Prerequisites:

1. Existing host running 5.0 or 5.1 connected to vCenter Server 5.5
2. vCenter Server 5.5 with Update Manager installed
3. Downloaded .ISO of ESXi 5.5

Steps:

1. Using the vSphere thick client (not web client), connect to the vCenter server and click the “Home” button followed by “Update Manager” under “Solutions and Applications”
UPG052714-step1
2. Click on “ESXi Images” tab
UPG052714-step2
3. Click the link for “import ESXi Image” to wards the top right corner
UPG052714-step3
4. Click “Browse” and locate the .ISO of ESXi, click “Open” then click “Next”
UPG052714-step4

  • a. If you receive a security warning, click the check box to install the certificate and click “Ignore”
  • b. The ISO should upload. When completed click “Next”
    UPG052714-step4b

5. Enter the name of this upgrade baseline identifying the version in the name or description then click “Finish”
UPG052714-step5
6. Click the “Home” button followed by “Hosts and Clusters”
UPG052714-step6
7. Click on the Host to be upgraded and then click the “Update Manager” tab
UPG052714-step7
8. Click the “Attach” link towards the top right corner
UPG052714-step8
9. Place a check in just the upgrade baseline created and then click “Attach”
UPG052714-step9
10. Click the “Remediate” button towards the lower right corner

  • a. Confirm Upgrade baselines and the ESXi 5.5 baseline are selected then click “Next”
    UPG052714-step10a
  • b. Accept the license agreement and click “Next”
  • c. Leave “Remove installed third-party software” unchecked and click “Next”
  • d. Leave the schedule as “Immediate” and click “Next”
  • e. Since this host is not in a cluster, choose “Power off virtual machines” and click “Next” (THIS WILL POWER OFF ANY VMS THAT ARE ON THAT HOST)
    UPG052714-step10e
  • f. Click the “Finish” button

11. This process takes awhile and you’ll lose access to the server while it is remediating. If you have access to the console during this time, it is a good idea to have it open and watch the progress.

Once the upgrade is complete the Host will be available within vCenter and will be running ESXi 5.5. Once completed, make sure you double-check your settings (time, network, DNS) to ensure all your settings are still there. Also, take this time to attach your patches baseline and get the latest patches applied to this Host.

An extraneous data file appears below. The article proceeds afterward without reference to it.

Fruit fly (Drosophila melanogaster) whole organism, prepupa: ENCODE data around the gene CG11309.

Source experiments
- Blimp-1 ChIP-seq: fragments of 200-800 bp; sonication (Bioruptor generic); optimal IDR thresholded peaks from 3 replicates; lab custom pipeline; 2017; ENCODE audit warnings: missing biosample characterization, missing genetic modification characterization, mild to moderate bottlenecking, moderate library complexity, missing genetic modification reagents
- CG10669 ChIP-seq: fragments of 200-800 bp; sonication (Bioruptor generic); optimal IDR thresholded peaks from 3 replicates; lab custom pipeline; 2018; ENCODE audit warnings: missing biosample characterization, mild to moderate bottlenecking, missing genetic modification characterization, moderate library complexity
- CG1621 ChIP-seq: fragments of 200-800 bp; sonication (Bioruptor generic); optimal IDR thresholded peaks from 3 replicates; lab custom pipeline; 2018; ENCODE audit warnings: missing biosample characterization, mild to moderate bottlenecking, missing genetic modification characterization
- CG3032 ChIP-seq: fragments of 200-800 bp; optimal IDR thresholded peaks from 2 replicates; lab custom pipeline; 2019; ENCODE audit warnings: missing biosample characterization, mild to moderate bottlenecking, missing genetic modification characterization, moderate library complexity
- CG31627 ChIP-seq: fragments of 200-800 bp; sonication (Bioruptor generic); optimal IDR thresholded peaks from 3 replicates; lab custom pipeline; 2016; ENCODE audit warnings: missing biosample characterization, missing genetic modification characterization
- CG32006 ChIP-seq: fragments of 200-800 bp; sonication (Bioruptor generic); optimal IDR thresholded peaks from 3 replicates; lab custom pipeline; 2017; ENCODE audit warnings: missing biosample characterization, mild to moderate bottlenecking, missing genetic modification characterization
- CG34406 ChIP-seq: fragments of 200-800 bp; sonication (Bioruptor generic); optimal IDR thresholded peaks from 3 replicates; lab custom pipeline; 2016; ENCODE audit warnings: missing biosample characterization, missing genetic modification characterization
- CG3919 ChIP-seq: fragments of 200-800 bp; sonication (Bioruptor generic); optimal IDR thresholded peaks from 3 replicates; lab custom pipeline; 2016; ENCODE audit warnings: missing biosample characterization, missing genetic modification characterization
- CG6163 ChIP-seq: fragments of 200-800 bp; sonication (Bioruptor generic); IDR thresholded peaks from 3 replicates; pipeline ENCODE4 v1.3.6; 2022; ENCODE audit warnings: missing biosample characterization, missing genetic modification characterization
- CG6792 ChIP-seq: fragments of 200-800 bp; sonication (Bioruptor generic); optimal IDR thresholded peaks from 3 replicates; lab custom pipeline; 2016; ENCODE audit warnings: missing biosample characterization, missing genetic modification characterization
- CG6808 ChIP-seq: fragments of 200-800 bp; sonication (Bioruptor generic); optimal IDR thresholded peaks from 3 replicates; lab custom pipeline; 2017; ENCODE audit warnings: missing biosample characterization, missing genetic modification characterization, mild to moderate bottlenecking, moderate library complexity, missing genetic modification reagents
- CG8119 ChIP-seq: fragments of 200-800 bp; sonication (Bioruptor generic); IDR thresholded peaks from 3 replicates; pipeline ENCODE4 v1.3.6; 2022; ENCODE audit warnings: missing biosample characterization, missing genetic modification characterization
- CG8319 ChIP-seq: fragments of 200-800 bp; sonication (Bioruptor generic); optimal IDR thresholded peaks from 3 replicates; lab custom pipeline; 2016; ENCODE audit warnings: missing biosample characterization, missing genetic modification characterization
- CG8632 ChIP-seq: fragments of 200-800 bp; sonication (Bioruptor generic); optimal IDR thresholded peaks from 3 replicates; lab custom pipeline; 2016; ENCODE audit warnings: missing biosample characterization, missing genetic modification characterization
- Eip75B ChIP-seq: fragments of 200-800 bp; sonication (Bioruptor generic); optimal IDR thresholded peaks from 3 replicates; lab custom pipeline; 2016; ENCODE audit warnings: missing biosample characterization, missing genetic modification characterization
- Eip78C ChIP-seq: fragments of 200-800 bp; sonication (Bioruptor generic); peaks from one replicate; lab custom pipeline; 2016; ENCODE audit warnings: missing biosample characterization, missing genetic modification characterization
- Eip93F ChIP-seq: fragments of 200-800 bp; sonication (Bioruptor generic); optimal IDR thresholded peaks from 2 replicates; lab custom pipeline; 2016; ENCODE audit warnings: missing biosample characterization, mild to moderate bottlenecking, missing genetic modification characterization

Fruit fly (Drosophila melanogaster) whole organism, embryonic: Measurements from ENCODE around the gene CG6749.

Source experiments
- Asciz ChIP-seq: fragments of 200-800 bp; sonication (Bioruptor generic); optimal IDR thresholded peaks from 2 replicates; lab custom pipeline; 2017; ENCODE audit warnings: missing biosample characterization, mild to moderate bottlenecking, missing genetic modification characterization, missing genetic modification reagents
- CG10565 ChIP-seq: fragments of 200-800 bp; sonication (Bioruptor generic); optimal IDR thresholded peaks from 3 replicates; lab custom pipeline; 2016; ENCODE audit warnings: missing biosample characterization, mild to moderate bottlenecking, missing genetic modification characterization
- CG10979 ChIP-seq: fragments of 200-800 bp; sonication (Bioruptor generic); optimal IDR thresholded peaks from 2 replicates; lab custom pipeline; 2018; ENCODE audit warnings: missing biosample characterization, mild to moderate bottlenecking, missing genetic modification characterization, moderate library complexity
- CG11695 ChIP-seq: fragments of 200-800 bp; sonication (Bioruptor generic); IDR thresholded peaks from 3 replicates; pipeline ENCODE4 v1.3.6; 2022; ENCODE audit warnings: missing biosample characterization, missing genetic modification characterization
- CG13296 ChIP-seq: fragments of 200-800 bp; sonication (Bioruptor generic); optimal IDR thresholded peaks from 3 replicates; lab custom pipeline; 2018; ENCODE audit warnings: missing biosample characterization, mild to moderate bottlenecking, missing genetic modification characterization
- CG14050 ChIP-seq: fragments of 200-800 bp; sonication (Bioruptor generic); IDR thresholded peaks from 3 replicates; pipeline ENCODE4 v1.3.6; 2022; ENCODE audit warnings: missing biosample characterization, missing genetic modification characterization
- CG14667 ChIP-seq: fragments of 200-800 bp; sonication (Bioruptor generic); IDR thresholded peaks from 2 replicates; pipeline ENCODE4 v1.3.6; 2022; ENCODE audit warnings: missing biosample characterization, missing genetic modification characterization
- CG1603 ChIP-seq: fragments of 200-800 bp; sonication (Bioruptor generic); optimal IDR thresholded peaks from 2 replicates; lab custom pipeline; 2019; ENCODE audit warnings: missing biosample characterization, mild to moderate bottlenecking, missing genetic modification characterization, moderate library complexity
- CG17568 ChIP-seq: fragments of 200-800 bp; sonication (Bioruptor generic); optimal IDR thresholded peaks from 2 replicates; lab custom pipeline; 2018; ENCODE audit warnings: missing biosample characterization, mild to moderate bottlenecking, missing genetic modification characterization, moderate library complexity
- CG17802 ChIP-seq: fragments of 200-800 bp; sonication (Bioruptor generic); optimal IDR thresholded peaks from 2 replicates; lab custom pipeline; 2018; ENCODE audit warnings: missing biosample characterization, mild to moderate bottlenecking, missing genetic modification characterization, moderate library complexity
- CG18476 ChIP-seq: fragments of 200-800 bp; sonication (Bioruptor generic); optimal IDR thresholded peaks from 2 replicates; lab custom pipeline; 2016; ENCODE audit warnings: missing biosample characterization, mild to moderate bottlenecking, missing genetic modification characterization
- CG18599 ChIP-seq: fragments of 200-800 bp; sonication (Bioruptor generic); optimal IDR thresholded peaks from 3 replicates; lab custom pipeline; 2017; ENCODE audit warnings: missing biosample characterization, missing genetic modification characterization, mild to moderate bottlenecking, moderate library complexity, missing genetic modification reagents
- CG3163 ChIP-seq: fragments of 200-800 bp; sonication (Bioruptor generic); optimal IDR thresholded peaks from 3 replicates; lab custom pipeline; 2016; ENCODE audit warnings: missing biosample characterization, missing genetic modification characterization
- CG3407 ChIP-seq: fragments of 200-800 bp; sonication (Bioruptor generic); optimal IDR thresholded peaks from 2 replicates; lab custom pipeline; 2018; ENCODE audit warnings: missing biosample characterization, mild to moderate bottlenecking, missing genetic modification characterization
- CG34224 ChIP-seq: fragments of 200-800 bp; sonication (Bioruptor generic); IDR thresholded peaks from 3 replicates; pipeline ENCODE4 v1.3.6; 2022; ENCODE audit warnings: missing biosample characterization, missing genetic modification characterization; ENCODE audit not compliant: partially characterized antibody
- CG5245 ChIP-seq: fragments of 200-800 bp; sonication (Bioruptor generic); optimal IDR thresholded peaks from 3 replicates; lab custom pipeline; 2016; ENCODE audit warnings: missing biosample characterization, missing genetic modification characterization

Unregister Plugin from vCenter

Sometimes the uninstallation of a plugin in vCenter will not remove it from the list of available plugins. Once you’ve confirmed the plugin can be removed, follow these steps to unregister it and remove it from the list.

1. Currently, the Virtual Storage Console for NetApp has been uninstalled, but it is still showing up as an available Plugin
rmplugin052114-step1
2. Open a web browser and navigate to https://vCenterAddress/mob

a. Ignore any security warnings

3. Login with your normal vCenter credentials
rmplugin052114-step3
4. After login, click on the “content” link under Properties
rmplugin052114-step4
5. Click on the link for “ExtensionManager”
rmplugin052114-step5
6. You’ll have a list of extensions to choose from under “extensionList” and “VALUE”

a. Click the link of the extension to be unregistered
rmplugin052114-step6a
i. If the name isn’t obvious, click each one until you see the correct one

7. Once you’ve clicked on the correct plugin, you’ll want to copy the Value (without the quotes) in the row labeled “key”
rmplugin052114-step7
8. Press the Back button in your browser and then click on “UnregisterExtension” under the Methods table
rmplugin052114-step8
9. Paste the string copied from step 6 into the “VALUE” text box and click “Invoke Method” at the bottom
rmplugin052114-step9
10. Restart the vsphere client and click on “Plug-ins” then “Manage Plug-ins” and the plugin should be gone